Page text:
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Exchange of Confederate families under a flag of truce, Louisiana, Spring 1863, British artist's impression, detail

Scanned by: 
Internet Archive
Notes: 
Cropped, sized, and prepared for use here by John Osborne, Dickinson College, April 7, 2014.
Image type: 
engraving
Original caption: 
The War in America: Arrival of a Federal Steamer with Flag of Truce at Madisonville, Lake Portchartrain.
Source citation: 
Illustrated London News,April 11, 1863, p. 401.
Source note: 
Cropped from the larger image, also available here.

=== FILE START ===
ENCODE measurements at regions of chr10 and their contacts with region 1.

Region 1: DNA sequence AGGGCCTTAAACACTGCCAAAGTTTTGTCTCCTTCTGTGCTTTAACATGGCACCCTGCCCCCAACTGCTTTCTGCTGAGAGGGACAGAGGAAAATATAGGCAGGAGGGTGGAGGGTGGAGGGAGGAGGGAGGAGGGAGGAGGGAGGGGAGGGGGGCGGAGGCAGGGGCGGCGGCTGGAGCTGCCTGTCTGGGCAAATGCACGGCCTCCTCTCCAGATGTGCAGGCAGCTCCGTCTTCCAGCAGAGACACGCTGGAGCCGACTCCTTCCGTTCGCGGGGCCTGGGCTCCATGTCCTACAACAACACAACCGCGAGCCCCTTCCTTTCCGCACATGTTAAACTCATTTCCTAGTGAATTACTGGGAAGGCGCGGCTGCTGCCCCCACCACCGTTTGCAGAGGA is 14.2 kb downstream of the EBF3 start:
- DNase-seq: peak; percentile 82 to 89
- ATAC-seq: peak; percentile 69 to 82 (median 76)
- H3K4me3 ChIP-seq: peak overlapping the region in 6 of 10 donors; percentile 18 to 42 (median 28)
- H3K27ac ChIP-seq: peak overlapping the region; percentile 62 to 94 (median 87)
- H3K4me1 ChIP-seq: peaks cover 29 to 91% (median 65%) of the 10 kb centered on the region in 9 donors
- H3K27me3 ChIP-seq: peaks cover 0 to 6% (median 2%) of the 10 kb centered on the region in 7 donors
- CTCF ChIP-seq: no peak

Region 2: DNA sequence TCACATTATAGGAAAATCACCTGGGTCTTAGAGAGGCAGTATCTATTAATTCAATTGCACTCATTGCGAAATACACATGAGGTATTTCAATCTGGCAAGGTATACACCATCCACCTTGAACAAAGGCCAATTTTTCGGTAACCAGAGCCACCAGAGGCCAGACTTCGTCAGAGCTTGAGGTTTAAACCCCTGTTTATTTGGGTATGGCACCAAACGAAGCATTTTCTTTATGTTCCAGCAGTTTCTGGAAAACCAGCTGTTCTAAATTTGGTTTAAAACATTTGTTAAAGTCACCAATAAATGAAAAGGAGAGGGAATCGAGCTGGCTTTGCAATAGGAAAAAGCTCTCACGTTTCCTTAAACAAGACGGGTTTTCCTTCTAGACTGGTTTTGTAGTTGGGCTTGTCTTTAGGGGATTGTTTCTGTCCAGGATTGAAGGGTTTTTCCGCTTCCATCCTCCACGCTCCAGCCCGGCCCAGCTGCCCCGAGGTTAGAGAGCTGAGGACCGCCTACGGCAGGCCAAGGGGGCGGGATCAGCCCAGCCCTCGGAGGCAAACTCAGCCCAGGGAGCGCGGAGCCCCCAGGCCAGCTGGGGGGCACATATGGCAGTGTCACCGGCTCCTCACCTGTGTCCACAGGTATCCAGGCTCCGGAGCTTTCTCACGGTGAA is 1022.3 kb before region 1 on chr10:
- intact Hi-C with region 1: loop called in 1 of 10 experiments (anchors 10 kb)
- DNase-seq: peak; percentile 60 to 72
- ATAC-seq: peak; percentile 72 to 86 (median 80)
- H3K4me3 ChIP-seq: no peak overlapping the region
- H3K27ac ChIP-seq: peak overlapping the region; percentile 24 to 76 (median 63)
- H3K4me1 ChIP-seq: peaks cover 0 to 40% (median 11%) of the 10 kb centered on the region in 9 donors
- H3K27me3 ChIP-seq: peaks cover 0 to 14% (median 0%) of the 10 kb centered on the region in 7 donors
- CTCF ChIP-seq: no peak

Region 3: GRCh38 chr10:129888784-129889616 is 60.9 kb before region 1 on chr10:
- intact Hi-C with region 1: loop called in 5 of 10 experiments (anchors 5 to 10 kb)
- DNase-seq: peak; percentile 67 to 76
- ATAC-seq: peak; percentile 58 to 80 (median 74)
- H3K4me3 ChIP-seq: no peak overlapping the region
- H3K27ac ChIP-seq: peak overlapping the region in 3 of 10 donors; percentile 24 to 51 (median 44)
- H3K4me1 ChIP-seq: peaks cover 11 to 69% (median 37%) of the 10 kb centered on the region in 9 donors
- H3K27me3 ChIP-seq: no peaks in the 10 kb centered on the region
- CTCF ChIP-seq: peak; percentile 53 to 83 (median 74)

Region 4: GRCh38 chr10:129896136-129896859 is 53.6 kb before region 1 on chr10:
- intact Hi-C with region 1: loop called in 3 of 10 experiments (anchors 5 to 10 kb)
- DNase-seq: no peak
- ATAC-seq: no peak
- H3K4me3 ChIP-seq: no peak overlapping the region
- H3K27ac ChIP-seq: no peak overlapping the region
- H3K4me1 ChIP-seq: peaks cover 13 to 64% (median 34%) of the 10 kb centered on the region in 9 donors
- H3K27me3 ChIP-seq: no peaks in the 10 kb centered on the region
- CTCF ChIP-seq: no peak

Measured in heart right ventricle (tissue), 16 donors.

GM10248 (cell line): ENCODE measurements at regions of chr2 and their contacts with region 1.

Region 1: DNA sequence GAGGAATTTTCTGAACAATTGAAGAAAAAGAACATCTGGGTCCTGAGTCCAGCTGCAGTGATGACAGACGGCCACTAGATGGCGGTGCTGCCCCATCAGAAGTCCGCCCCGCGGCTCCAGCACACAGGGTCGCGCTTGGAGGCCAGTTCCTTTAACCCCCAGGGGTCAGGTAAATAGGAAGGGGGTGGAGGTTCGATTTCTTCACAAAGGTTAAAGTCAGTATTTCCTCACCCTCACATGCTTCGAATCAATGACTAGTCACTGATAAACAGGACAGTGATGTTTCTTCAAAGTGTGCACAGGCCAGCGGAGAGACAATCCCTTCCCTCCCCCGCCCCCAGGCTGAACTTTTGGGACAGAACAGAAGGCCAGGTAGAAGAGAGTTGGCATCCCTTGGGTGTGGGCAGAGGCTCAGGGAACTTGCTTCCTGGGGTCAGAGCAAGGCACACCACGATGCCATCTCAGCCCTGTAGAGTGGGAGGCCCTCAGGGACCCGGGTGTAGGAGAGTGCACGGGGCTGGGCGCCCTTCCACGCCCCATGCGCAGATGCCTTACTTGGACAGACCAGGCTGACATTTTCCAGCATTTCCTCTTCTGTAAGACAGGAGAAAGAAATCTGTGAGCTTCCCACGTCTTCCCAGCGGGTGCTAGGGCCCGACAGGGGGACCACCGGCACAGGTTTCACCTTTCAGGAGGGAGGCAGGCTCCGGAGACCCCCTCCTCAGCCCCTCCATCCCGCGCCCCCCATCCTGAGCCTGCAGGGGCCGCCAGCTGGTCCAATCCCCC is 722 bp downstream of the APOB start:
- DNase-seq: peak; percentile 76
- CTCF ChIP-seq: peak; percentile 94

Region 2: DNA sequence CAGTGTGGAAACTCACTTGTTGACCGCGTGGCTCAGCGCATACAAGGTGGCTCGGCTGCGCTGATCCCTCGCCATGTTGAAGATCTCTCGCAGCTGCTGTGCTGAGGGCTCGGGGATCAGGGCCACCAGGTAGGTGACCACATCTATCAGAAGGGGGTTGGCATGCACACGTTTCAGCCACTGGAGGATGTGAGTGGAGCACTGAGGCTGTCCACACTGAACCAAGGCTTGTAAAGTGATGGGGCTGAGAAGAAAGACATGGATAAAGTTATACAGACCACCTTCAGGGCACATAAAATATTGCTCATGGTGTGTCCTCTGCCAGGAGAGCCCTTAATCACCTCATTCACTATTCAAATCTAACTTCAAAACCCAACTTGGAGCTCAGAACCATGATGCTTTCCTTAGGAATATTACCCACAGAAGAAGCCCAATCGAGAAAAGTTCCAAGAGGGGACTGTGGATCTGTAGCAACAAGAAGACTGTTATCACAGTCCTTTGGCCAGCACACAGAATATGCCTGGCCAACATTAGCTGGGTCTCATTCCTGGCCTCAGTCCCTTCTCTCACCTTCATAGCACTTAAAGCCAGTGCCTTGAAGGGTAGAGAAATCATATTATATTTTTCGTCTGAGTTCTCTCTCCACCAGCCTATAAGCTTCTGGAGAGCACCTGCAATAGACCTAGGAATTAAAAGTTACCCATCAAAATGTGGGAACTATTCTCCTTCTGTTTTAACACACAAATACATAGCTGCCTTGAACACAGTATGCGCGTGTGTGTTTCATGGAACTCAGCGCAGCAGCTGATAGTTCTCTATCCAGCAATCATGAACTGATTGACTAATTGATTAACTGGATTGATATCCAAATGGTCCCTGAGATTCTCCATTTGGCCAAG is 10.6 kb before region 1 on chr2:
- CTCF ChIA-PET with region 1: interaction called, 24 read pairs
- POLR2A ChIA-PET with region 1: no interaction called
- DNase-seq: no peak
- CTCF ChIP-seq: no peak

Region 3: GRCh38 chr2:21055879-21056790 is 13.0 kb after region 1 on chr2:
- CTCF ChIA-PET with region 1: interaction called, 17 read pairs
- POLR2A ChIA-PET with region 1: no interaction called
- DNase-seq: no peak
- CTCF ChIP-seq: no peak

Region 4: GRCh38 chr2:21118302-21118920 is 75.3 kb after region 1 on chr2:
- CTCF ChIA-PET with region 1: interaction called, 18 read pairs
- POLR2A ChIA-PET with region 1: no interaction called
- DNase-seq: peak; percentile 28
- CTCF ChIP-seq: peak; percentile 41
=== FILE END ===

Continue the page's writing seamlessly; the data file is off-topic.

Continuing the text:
"Arrival of a A Flag Of Truce On Confederate Territory.  Our Engraving represents one of the many curious and interesting episodes of the Civil War in America--the arrival of a steamer with a flag of truce in Dixie's Land. Happily, it is of a lighter and less tragic character than the majority of the Illustrations which have appeared in our columns. The scene of the incident which we have illustrated is the village of Madisonville, lying upon a little river bearing the Indian name of Chefunctee, on the northern shore of Portchartrain [sic] . This coast remains in the undisputed possession of the Confederates, while the Federals occupy the southern side. The steam-boat, one of the high-pressure kind so commonly in use on the Mississippi, and connected in our minds with thoughts of boiler explosions and snag impalements, has just landed a crowd of women and children, "registered enemies" of the United States, and who have been conveyed at their own request to the rebels--their husbands, friends, and relatives." ( Illustrated London News,</em>April 11, 1863, p. 402)